Other attempts include the privately financed Fermi 1 site near Lake Erie, which was shut down in 1966 after a partial meltdown; and at Clinch River in Tennessee. The latter, a publicly funded project, was plagued by delays and huge cost overruns, and Congress finally shut it down in the mid-1980s due to serious safety concerns.

In his letter to Gates, Gunderson detailed the epic failure of the Monju sodium-cooled fast breeder reactor in Japan. It took a decade to build and was shut down in 1995 after four months due to a sodium leak and fire. Monju wasn’t reopened until 2010, and permanently halted a year later after a refueling accident.

The cost to the Japanese government? More than $11 billion. Meanwhile, after decades of expensive research, France’s nuclear agency has shelved plans to build a prototype sodium-cooled nuclear reactor.

“So now is the time to stop the Natrium marketing hype and free up those precious public funds to pursue low-cost and dependable renewable energy during the time frame necessary to help prevent catastrophic climate crises!” Gunderson concluded.

Many scientists agree. “The recent attention on nuclear energy is fully driven by the declining industry’s desperation for capital and its related lobby depicting it as a solution for climate change,” Jan Haverkamp of Greenpeace told Deutsche Welle, a German news organization. “… It does so too late and at a far too high cost.”

The Kemmerer project at the Naughton coal-fired plant, owned by Rocky Mountain Power, has a timeline that will be difficult to meet unless every phase goes off without a hitch — something that’s nearly unheard of in the nuclear industry. If the Nuclear Regulatory Commission approves permits, construction would begin in 2024, with the reactor in service only four years later.

PacifiCorp, Rocky Mountain Power’s parent company, estimates that it will take about 2,000 workers to build the plant in Kemmerer and 250 to operate it. It presents the ultimate lottery ticket for a small mining community whose future looked mighty bleak when PacifiCorp announced plans to close the coal-fired plant.

So, here’s today’s $4 billion question: What happens to Kemmerer and Wyoming if TerraPower’s critics are right and the plug is ultimately pulled for safety or economic reasons?

Wyoming will survive, but not without cost. It will have lost all the time and energy the state could have devoted to finding long-term solutions to diversify its economy and stop relying on fossil fuels.

And Kemmerer? The town has experienced so much uncertainty in recent years, I hope it would use any reprieve from the nuclear industry to its advantage. State government must step in and require TerraPower to pay enough for mitigation to ensure that Kemmerer won’t be left in the lurch.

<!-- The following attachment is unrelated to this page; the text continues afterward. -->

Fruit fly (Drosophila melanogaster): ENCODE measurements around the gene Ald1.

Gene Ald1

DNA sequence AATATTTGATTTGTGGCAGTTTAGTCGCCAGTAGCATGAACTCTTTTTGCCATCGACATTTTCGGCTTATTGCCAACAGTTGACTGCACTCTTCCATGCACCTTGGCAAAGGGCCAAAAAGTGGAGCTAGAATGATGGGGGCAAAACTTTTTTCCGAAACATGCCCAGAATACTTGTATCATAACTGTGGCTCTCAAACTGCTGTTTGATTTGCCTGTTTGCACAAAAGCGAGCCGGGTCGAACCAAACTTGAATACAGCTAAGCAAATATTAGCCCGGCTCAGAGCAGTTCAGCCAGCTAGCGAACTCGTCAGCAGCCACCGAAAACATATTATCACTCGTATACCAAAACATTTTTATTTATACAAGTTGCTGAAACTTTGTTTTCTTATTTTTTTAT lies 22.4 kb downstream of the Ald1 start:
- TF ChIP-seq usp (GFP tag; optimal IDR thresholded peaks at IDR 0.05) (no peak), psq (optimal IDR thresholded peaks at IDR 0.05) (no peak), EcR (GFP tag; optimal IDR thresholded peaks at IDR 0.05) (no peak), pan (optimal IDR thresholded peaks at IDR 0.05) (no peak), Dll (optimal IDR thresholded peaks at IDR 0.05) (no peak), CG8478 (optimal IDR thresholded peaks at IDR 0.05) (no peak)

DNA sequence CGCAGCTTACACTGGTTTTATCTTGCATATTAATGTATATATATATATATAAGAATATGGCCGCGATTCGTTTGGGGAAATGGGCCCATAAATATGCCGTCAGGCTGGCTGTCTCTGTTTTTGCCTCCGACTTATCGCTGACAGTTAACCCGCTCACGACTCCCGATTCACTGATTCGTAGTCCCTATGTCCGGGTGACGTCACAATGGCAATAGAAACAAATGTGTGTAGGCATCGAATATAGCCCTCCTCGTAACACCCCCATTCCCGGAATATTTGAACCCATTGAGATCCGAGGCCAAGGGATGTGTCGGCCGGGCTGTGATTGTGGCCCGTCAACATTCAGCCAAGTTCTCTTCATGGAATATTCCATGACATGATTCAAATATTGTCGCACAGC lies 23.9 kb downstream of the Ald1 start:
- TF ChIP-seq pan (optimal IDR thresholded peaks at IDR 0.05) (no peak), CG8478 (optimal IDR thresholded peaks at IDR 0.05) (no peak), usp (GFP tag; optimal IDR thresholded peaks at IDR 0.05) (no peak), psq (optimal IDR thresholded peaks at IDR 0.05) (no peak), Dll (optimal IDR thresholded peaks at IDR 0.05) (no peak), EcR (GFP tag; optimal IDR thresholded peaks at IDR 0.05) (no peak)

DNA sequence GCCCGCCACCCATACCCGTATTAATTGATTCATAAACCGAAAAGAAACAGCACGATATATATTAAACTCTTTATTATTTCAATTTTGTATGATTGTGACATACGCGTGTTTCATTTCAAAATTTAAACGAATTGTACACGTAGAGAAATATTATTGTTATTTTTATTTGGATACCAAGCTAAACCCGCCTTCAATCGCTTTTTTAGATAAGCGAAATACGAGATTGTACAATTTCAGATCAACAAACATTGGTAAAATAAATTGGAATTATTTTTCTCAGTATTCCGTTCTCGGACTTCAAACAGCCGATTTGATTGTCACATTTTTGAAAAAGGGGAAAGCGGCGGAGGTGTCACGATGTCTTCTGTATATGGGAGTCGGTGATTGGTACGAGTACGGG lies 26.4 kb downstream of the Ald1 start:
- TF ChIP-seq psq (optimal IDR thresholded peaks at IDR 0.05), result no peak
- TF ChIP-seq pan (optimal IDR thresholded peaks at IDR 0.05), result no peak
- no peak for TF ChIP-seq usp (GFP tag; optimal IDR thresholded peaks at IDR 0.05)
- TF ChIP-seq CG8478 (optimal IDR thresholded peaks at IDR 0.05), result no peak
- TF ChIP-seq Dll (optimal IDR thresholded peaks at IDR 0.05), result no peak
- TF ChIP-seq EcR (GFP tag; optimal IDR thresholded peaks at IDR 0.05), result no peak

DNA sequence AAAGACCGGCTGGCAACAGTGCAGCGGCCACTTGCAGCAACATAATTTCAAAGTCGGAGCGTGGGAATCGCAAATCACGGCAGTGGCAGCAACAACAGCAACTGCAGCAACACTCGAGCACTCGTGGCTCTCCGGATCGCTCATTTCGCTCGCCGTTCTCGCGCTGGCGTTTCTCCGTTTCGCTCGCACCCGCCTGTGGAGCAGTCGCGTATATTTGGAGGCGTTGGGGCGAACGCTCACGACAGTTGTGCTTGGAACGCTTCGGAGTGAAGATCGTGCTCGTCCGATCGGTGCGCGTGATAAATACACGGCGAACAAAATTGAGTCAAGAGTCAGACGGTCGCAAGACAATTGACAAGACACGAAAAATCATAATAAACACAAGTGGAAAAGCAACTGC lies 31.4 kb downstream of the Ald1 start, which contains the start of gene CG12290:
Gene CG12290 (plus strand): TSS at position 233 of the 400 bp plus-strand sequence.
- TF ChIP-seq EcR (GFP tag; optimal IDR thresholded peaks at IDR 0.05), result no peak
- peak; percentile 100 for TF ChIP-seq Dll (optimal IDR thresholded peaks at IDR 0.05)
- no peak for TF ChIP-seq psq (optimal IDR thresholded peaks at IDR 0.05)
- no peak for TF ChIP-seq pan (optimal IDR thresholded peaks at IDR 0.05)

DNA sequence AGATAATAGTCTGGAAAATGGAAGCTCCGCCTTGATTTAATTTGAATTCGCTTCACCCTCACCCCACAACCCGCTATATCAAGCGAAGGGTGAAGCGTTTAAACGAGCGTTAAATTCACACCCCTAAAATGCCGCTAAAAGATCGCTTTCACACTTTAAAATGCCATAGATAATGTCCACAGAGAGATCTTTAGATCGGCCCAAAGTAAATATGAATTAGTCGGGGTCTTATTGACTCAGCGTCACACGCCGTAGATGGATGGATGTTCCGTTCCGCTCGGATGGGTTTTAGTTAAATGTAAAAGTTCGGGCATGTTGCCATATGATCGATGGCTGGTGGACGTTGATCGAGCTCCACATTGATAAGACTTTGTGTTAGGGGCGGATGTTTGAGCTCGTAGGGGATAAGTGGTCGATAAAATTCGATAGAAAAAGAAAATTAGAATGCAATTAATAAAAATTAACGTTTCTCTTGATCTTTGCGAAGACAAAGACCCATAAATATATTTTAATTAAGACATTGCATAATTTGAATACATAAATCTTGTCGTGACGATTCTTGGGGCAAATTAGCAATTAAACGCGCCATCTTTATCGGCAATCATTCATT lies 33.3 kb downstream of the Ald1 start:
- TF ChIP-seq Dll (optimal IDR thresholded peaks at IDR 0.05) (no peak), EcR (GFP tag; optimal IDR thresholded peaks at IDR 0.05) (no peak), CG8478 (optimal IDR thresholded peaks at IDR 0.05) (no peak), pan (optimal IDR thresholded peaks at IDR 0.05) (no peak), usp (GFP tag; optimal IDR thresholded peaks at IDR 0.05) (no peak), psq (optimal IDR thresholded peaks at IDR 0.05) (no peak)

If Gates is going to ride into town promising to be its economic savior, Wyoming needs to hold him to it. Don’t make us sic the posse on you, pardner.

Kerry Drake

Veteran Wyoming journalist Kerry Drake has covered Wyoming for more than four decades, previously as a reporter and editor for the Wyoming Tribune-Eagle and Casper Star-Tribune. He lives in Cheyenne and...

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  1. Nicholas: I’m starting to sense there is significant dissension and differences of opinion within the nuke community about the natrium demo reactor. If this project fails, it will more than likely be due to legal, regulatory and political reasons and not technological reasons. If dissenters within your industry submit critical comments about the project during the public comment period of the Environmental Impact Statement it could kill the project or leave the door wide open for appeal of the decision to the Federal courts. Any comments submitted during the public comment period can be used in court later. The historical record of natrium projects will undoubtedly be submitted during the public comment period. And the issue of disposal of nuclear waste will be brought forward. I have an uncomfortable feeling about how the EIS review will go if my suspicions are right. You need to be very concerned about the legal, regulatory and political aspects of this project – I think they will be the deciding factor. Too much emphasis on technology at his point and not enough discussion about the other considerations.